Investing in The Operating Room Where Tech And Healthcare Meet

Healthcare costs are escalating and for patients, those expenses seem to reach new heights in the operating room. A new generation of sophisticated, high-tech gadgets, machines and even robots are among the reasons surgery costs are soaring.

There are multiple benefits to the increasing intersection of healthcare and technology. Surgical innovation reduces risks for patients, pares recovery times, lowers in-surgery complications and reduces post-operation pain and scarring. Investors can tap into healthcare evolution, too, but properly accessing the investment potential of rising operating costs requires a discerning eye.

Said another way, a large- or mega-cap healthcare stock or diversified sector index fund may lack adequate exposure to dedicated medical device manufacturers, the very segment of the market investors should look to as an avenue for tapping rising surgical costs.

For example, Johnson & Johnson (JNJ) has a large medical devices business, but in the second quarter, that unit accounted for just $6.48 billion of the company's $20.56 billion in revenue. Likewise, medical device manufacturers and healthcare equipment makers represent just over a quarter of the S&P 500 Health Care Index compared to 32 percent for pharmaceuticals stocks.

Ideas for accessing a basket of medical equipment stocks in a passively managed wrapper include the iShares U.S. Medical Devices ETF (IHI), the largest exchange traded fund (ETF) dedicated to this industry. As the chart below indicates, IHI has been the clear winner over the past three years among iShares' diversified and healthcare industry ETFs. During that time, IHI sharply outperformed biotechnology, healthcare providers and pharmaceuticals ETFs.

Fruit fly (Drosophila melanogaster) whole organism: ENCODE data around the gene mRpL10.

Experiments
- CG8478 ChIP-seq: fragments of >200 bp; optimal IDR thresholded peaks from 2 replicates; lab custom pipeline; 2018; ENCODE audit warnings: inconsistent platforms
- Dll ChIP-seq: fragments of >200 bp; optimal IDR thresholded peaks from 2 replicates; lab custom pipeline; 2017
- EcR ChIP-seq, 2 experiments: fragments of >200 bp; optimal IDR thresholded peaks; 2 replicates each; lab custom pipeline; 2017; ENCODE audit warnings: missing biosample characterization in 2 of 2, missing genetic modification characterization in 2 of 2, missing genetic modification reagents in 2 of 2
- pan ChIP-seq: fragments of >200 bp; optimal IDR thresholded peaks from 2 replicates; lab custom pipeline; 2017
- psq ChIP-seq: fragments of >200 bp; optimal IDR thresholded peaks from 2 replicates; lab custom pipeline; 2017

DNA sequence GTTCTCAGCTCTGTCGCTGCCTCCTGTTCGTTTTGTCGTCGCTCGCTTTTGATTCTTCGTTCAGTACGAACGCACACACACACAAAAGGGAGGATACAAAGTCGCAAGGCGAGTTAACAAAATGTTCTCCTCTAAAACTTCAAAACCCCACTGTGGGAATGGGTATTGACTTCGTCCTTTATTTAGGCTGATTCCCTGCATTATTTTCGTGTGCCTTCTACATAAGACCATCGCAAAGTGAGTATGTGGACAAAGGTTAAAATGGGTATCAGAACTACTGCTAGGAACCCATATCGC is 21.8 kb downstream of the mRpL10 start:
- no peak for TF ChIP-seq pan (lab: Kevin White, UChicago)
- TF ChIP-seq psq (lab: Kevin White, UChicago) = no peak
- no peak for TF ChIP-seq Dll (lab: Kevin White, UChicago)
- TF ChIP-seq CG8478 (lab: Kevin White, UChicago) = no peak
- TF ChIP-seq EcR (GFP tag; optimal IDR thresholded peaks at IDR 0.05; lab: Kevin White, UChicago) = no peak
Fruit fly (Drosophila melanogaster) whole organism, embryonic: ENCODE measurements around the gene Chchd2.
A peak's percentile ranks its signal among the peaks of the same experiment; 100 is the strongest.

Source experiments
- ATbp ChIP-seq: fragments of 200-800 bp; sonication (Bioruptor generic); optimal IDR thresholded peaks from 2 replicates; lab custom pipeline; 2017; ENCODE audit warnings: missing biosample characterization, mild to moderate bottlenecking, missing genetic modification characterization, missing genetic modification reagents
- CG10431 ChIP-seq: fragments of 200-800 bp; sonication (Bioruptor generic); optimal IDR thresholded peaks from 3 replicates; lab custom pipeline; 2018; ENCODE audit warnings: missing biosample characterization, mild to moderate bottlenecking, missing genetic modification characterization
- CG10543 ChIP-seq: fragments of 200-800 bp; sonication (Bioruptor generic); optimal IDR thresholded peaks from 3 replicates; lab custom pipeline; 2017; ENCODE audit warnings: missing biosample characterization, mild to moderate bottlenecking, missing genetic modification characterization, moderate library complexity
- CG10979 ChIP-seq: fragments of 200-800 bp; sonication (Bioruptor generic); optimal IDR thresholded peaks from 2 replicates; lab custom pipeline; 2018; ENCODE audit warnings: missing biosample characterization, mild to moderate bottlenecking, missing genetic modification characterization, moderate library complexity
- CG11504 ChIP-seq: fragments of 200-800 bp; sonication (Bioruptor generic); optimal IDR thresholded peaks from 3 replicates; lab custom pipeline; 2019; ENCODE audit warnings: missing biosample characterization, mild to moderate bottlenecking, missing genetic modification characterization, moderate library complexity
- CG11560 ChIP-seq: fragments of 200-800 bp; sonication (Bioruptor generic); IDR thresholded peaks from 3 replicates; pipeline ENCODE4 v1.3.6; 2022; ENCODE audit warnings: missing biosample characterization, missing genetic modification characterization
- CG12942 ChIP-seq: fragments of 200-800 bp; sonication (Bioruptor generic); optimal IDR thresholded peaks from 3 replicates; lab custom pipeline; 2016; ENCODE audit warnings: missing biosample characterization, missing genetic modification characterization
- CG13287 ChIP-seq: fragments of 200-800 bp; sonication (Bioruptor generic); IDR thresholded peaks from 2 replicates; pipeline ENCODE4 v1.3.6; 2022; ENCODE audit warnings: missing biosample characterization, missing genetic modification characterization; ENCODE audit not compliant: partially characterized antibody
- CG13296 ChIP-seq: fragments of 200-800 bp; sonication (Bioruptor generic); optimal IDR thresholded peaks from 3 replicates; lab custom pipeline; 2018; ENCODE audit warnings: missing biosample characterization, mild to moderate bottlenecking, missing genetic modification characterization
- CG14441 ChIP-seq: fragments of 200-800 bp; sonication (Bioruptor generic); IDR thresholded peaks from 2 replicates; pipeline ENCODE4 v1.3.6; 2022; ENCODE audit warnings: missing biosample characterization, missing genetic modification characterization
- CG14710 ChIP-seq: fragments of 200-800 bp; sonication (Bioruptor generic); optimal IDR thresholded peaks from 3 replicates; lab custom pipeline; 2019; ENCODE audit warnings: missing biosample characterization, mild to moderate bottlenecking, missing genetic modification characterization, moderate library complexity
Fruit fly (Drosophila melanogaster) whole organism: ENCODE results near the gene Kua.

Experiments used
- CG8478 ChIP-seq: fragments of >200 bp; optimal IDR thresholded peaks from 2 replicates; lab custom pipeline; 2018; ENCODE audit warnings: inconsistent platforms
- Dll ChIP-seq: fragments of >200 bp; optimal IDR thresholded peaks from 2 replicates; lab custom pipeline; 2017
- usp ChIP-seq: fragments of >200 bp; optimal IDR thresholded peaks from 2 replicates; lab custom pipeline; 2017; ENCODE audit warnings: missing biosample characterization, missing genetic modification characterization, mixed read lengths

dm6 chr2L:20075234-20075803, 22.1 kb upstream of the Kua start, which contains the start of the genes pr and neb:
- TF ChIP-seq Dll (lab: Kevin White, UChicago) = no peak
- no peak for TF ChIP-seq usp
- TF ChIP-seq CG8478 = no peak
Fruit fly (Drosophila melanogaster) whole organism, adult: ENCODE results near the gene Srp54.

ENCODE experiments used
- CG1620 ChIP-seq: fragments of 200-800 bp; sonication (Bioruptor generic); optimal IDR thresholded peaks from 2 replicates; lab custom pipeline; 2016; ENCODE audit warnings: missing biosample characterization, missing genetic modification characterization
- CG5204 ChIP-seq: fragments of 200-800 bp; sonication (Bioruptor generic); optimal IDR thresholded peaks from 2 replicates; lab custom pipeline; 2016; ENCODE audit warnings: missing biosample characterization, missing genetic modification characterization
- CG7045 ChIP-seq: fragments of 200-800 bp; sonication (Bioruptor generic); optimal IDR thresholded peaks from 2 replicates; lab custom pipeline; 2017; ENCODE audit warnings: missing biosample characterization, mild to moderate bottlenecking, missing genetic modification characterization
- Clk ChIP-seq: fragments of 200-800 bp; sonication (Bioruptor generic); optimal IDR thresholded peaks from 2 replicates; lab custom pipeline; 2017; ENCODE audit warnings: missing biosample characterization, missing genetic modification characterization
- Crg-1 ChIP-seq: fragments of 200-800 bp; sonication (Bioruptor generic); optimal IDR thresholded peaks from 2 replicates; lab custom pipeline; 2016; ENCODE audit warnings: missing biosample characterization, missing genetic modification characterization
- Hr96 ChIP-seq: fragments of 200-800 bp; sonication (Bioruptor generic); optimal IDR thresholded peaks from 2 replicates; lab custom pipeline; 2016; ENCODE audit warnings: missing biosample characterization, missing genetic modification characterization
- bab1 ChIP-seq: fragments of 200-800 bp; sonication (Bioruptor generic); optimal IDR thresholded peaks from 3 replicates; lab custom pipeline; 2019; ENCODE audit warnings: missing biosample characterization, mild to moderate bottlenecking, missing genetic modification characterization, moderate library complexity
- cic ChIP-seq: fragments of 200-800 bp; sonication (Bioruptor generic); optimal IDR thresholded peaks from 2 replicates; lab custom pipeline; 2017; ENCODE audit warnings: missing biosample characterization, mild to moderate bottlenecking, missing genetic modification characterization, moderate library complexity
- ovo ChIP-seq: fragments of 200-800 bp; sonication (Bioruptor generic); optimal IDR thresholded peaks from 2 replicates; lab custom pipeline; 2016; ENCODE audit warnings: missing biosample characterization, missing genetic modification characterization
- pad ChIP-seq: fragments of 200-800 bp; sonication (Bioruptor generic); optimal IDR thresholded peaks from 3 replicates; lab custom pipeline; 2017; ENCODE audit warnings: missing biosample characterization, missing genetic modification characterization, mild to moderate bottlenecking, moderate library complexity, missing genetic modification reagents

A Thesis Underpinned By Growth

Rapidly aging populations in the U.S. and other large markets, including China, Europe and Japan, provide a positive demographic tailwind for medical device makers. Those aging populations are rising tides that could lift the boats of medical equipment stocks. Data confirm that growth is underway.

“Global market of operating room equipment surpassed a value of US$ 29 billion in 2018, and is likely to record a Y-o-Y growth of 6.0% in 2019,” according to a recent Fact.MR study . “Key factors impacting the growth of global operating room equipment market range from surging prevalence of pathological and physiological diseases to growing preference for minimally invasive and non-invasive surgical procedures.”

Several of IHI's 57 components, many of which are classified as large-cap growth stocks in the Morningstar style box, are reflecting the robust growth prospects of the medical devices industry. Recently, Abbott Laboratories (ABT) , IHI's largest holding, said second-quarter medical device sales notched second-quarter organic growth of 10.5 percent.

Thermo Fisher Scientific Inc. (TMO), IHI's third-largest holding, said second-quarter sales across its four primary units, Life Sciences Solutions, Analytical Instruments, Specialty Diagnostics and Laboratory Products and Services, increased, prompting the company to boost its 2019 revenue forecast to $25.30 billion to $25.50 billion from original guidance of $25.17 billion to $25.47 billion.

Fair Exchange

Often times, investing in a growth segment, particularly one involving healthcare or technology, means accepting more volatility, but that is not the case with IHI. The fund's risk-adjusted returns over the past three years are superior to those of other iShares healthcare industry funds and, as the chart below indicates, IHI's maximum drawdown during that period was lower than competing, biotechnology, healthcare providers and pharmaceuticals funds.


While IHI isn't as volatile as many tech/growth investments, assigning the growth label to the fund is relevant because of underlying market trends. Operating rooms account for about $6 of every $10 in revenue generated by hospitals. Healthcare facilities can bolster that revenue stream with enhanced technology and it is expected that U.S. hospitals will spend hundreds of billions dollars over the next decade on safer, more efficient medical equipment and surgical devices.

Related: Investing in Healthcare Technology and Innovation